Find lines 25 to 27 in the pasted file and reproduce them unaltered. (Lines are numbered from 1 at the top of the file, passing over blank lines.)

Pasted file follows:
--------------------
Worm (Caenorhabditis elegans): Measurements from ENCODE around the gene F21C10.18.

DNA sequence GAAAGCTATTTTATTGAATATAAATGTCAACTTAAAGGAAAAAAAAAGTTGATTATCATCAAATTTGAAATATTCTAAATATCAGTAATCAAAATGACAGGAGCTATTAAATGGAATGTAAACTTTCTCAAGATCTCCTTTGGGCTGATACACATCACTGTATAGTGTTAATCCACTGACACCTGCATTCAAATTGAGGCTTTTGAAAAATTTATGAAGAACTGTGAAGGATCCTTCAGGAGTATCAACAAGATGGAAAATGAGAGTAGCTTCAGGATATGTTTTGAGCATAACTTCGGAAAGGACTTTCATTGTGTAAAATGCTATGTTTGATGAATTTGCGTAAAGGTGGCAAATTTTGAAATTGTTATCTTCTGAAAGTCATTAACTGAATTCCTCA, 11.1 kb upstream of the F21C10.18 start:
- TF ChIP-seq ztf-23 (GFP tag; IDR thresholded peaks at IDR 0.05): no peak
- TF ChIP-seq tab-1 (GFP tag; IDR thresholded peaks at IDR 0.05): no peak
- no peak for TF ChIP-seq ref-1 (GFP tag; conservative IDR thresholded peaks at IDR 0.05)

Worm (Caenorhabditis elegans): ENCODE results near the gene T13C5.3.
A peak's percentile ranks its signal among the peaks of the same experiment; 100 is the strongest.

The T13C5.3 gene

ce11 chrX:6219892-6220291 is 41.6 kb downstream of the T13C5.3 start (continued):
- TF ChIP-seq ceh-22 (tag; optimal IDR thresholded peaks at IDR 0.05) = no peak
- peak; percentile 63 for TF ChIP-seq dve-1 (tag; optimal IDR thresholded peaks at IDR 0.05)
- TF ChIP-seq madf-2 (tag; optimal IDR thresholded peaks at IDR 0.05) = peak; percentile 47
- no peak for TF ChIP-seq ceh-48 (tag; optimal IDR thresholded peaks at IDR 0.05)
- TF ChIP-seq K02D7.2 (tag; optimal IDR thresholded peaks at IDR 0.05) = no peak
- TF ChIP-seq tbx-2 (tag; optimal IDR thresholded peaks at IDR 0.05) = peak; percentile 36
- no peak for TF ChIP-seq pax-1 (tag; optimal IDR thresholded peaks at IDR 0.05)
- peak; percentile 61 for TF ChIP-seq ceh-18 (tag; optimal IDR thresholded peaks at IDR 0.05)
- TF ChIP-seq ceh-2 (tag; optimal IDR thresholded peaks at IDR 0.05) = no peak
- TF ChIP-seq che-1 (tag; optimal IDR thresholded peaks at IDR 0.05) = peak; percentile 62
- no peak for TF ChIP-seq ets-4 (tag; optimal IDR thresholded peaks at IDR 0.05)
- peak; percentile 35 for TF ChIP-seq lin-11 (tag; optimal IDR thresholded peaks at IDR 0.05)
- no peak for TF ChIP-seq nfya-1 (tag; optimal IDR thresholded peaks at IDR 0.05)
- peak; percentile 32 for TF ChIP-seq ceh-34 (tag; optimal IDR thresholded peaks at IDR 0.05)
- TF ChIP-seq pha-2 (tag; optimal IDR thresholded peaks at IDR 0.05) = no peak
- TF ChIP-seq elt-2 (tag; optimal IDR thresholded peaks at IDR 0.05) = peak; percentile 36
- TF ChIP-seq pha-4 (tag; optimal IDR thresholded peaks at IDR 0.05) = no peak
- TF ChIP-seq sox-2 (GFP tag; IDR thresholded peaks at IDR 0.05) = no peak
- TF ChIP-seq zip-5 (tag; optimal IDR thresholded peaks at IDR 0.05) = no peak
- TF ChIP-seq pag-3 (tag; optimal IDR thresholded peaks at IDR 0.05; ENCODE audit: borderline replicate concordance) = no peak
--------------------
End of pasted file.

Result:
- TF ChIP-seq elt-2 (tag; optimal IDR thresholded peaks at IDR 0.05) = peak; percentile 36
- TF ChIP-seq pha-4 (tag; optimal IDR thresholded peaks at IDR 0.05) = no peak
- TF ChIP-seq sox-2 (GFP tag; IDR thresholded peaks at IDR 0.05) = no peak